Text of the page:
Gainward GeForce FX 5800 Ultra
When we received the big FX Power Pack from Gainward, we wondered how large the card was to warrant such humongous packaging. On opening the box, the monstrous graphic card with huge heat sinks on its front and back was indeed a sight to see. The device is really thick and will occupy the neighbouring PCI slot as well because of the elevated heat sink fins that ventilate hot air from above the core. It has a Molex power connector (like the one that goes to the hard disk) to quench the thirst for power of this card.
The fan varies its speed according to the load placed on the card. It's quiet and runs at low speeds when working with non graphic-intensive applications, but whines like a jet turbine the moment a user enters the world of 3D.
This card has some features that no other card has. The Ultra runs at a clock speed of 500 MHz, with its memory clocked at 1 GHz. It supports the latest industry standards, such as DX9 or OpenGL 1.4, vertex and Pixel shader 2.0, etc., which means the user will get to see more realistic water, grass and walls in games. There are some issues over the pixel per clock nVidia claims it''s 8 pixels per clock, but in some cases such as Z rendering + colour, it reduces to 4 pixels. All said and done, the specifications look pretty good on paper, making the card decently future proof.
The card is indeed a performance warehouse, giving a high score of 286.7 fps in Quake III at a 1280 x 1024 x 32 resolution. The scene in Serious Sam SE was the same. Although the Cathedral demo started with a few jerks, there was no stopping Sam in his killing spree. Everything was rendered instantaneously and without any kind of artifacting or jaggedness. In VulpineGL Mark, the 3D world was rendered with easethe whole benchmark finished in half the time that the SiS Xabre600 took with a score of 59.9 fps at 1280 x 1024 x 32.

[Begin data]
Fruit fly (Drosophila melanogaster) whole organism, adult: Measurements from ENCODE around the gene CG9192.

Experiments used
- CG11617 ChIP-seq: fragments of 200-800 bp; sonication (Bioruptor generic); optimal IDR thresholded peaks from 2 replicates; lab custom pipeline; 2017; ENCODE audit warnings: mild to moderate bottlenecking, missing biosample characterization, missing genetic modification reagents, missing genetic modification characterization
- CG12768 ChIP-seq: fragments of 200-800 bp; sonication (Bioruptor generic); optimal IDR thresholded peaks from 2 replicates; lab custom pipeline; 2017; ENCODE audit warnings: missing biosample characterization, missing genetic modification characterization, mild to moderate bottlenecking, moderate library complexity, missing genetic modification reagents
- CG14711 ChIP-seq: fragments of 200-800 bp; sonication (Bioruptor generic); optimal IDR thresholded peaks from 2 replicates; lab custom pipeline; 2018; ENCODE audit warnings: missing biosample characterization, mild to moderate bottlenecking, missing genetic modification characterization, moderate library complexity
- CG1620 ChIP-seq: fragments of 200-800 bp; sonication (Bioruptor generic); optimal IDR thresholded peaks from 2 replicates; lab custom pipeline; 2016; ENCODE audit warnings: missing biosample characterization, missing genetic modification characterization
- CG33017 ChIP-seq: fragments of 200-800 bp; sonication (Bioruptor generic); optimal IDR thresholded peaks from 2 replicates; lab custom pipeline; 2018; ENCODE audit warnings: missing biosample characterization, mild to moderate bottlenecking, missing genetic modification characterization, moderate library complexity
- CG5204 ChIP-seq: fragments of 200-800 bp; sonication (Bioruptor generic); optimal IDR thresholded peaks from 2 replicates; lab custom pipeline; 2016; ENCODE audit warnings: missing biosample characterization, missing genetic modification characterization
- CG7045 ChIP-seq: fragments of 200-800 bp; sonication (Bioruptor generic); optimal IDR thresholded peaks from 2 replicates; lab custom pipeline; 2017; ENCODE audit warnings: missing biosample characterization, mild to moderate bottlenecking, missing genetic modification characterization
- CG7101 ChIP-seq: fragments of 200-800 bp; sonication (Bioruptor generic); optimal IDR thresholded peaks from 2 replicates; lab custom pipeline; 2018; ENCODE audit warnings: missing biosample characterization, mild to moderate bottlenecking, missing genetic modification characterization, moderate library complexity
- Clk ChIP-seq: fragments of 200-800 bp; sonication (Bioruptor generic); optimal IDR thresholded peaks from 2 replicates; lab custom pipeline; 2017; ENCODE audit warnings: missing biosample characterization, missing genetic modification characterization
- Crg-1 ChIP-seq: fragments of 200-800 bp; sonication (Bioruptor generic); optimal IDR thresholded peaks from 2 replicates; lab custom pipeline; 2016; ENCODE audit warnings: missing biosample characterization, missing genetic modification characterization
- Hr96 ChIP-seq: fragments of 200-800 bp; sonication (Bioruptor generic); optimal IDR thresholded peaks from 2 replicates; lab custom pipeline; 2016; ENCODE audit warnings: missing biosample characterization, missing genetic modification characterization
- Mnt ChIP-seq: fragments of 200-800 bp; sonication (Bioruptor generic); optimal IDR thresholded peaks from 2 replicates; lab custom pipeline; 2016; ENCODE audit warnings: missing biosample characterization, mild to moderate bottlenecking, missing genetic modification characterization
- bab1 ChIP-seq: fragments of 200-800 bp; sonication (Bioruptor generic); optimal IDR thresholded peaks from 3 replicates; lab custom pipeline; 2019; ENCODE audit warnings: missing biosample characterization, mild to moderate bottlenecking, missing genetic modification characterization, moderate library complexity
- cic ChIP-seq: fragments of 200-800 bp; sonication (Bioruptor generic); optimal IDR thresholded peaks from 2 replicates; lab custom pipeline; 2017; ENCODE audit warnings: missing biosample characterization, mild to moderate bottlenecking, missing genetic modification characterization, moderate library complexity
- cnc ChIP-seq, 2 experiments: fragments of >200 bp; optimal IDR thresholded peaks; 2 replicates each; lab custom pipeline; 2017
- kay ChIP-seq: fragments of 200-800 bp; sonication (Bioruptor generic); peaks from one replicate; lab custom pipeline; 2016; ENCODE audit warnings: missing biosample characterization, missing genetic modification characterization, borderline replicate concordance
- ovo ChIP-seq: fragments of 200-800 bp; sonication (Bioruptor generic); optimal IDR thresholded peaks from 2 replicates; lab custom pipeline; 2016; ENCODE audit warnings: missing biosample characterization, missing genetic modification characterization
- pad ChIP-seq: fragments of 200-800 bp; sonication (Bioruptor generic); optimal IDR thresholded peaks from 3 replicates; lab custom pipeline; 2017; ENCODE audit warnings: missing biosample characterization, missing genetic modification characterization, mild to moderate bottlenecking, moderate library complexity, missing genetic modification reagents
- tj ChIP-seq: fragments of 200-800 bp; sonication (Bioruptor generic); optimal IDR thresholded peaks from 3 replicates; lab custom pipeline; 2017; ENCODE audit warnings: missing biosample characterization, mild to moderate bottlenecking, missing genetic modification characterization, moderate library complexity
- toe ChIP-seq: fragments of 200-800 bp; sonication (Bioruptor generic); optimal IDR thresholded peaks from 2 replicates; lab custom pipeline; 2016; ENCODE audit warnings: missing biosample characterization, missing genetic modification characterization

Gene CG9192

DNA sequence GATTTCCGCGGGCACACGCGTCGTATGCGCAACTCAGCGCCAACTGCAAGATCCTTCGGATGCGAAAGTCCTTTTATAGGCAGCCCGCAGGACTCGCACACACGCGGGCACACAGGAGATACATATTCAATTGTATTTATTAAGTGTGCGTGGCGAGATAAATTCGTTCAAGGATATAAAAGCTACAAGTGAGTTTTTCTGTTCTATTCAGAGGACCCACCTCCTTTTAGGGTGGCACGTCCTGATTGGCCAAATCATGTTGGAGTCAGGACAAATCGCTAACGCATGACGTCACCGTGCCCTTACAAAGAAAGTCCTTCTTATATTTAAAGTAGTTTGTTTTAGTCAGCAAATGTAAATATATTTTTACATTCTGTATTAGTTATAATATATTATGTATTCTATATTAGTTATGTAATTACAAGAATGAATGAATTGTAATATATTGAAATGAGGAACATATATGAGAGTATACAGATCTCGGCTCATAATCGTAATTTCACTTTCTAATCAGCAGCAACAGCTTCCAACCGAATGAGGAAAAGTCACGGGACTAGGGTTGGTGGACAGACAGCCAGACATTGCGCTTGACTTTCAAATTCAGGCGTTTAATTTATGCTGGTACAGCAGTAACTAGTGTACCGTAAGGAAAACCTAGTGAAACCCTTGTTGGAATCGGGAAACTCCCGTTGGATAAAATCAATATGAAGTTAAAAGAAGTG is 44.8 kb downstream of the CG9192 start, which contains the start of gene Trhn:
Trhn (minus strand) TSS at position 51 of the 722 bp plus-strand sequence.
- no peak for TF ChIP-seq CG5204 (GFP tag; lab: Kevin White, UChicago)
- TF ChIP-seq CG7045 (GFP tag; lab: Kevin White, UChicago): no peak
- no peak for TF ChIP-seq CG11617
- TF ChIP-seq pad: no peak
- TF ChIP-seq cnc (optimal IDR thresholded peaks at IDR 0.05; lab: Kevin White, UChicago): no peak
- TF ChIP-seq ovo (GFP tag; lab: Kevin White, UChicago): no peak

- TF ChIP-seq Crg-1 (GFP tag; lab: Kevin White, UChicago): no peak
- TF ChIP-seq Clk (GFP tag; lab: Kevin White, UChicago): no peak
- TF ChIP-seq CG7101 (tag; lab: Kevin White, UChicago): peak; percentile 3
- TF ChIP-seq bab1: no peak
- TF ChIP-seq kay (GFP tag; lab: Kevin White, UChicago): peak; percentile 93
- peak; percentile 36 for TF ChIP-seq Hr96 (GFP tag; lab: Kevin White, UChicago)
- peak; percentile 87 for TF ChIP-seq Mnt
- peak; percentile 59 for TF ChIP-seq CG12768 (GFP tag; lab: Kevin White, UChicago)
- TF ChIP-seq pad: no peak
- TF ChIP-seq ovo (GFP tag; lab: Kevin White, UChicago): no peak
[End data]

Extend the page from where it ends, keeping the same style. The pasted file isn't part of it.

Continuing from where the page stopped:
This card still isn''t the fastest card overall, because the 9800 Pro from ATi is already out and has an improved and faster core. The 9700 Pro still manages to take the lead in many benchmarks and is available at a lower price. Only games such as Doom 3, when released, will tell us which card is better for the games of the future. On the price front, this card is unaffordable to the majority, but the privileged few who can afford it will get a 5.1 channel sound card, a FireWire card, a Duke Nukem: Manhattan Project game CD and InterVideo WinCinema DVD playback software.
Specifications: 125 million transistors, 0.13 micron fabrication process, DirectX 9 and OpenGL 1.4 compliant, 500 MHz core clock, 1 GHz memory clock, 128 MB DDR II memory.
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